After designation as high-trafficking area, city will get federal help to disrupt pipeline that carries the drug
A woman identifying herself as Carol walked on Pleasant Street in the Flint neighborhood of Fall River. She said drug dealing is common in the area and she does not like to go out. (Photos by Craig F. Walker/Globe Staff)
By Brian MacQuarrie
Globe Staff

FALL RIVER — When the opioid epidemic seized public attention in Massachusetts two years ago, and families and politicians demanded action, the plot seemed clipped from a horror movie that Fall River had seen before.

Heroin has been the drug of choice for decades here, and some people in this gritty port city wondered why their suffering — deadly and intractable — had been overlooked for so long.

“Nobody until recently has paid any attention to it,’’ said Nancy Paull, chief executive officer of Stanley Street Treatment and Resources, a nonprofit health care and social service agency in Fall River. “I have often felt our work marginalized by people.’’

That might be changing. After a push from Police Chief Daniel Racine and US Representative Joseph P. Kennedy III, among others, the city will receive federal help to disrupt the heroin pipeline that delivers a steady stream of addiction here.

That assistance follows the federal designation of Fall River and the rest of of Bristol County as a High Intensity Drug Trafficking Area, a recent move that enables US agents to help track how the county gets its drugs and where they are coming from.

It’s help that six other Massachusetts counties already had received.

“For some reason, Bristol County was not getting a piece of that pie,’’ Racine said. “Why not 25 years ago? I don’t know.’’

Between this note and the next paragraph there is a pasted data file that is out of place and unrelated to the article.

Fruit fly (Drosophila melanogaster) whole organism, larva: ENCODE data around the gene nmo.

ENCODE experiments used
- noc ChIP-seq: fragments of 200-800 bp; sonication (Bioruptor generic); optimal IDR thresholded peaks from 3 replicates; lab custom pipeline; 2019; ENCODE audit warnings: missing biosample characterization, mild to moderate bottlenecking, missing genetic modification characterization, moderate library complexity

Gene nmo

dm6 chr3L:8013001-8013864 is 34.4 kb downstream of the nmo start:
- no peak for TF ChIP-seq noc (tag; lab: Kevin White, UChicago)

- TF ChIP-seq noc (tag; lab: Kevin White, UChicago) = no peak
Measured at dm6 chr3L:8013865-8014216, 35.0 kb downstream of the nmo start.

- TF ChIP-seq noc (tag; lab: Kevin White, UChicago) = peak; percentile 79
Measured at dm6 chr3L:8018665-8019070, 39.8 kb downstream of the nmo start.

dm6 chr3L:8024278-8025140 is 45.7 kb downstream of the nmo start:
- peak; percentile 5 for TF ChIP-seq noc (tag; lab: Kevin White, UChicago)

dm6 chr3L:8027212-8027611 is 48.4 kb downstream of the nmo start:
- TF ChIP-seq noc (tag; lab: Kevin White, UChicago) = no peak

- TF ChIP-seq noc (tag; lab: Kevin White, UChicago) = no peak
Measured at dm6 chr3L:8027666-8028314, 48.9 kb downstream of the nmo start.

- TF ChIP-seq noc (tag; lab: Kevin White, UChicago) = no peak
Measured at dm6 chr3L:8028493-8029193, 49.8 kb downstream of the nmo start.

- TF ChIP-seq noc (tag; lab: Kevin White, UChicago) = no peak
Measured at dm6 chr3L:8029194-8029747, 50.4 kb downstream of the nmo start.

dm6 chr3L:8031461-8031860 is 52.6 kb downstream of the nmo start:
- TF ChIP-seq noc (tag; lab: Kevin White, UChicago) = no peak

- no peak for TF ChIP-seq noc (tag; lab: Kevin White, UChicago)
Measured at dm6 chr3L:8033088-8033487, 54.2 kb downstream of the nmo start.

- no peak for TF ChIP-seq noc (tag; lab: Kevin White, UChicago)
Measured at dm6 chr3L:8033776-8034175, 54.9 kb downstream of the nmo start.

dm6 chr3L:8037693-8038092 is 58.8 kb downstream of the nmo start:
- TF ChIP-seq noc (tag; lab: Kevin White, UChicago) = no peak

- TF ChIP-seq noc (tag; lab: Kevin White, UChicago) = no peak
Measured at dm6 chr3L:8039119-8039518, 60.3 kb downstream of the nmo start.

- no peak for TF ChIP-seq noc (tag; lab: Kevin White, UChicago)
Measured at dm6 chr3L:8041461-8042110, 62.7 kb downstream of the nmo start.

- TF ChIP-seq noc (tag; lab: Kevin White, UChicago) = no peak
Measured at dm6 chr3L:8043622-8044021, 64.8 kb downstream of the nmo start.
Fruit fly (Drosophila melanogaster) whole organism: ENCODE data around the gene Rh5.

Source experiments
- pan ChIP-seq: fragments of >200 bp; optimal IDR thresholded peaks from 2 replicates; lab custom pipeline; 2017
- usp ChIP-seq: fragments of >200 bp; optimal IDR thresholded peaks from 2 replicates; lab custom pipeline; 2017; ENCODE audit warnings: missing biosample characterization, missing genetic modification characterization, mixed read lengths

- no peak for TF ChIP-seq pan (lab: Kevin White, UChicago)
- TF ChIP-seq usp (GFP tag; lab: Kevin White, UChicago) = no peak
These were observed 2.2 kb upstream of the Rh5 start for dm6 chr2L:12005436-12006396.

Maybe because much of the city is poor, the problem seemed localized, and the stigma of heroin as a junkie’s problem had been so entrenched. Whatever the reason, the numbers demonstrate the need for a broader strategy.

Fall River police recorded 643 drug overdoses and 36 related deaths in 2015. The city saw 44 drug fatalities the previous year, double the number from 2012.

Paull said the opioid problem in this the city of 88,000 has never been worse in her four-decade career. Paull’s alarm was echoed by Mayor Jasiel F. Correia II, a 24-year-old who joined a drug-prevention coalition at age 13. The youngest mayor in city history called the fight against addiction the top priority of his administration.

“I understand the gravity of the problem,’’ said Correia, who spoke of friends whose lives have been derailed by drugs.

The problem is made more acute here because Fall River is a hub for drug shipments, Correia said. The opioids that come here, primarily heroin, are then broken down for street-level sales in the city and elsewhere, Racine said.

Much of the heroin originates in Mexico, the chief said, and then makes its way to Fall River and other hubs in Bristol County — such as New Bedford, Taunton, and Attleboro — from New York and Providence.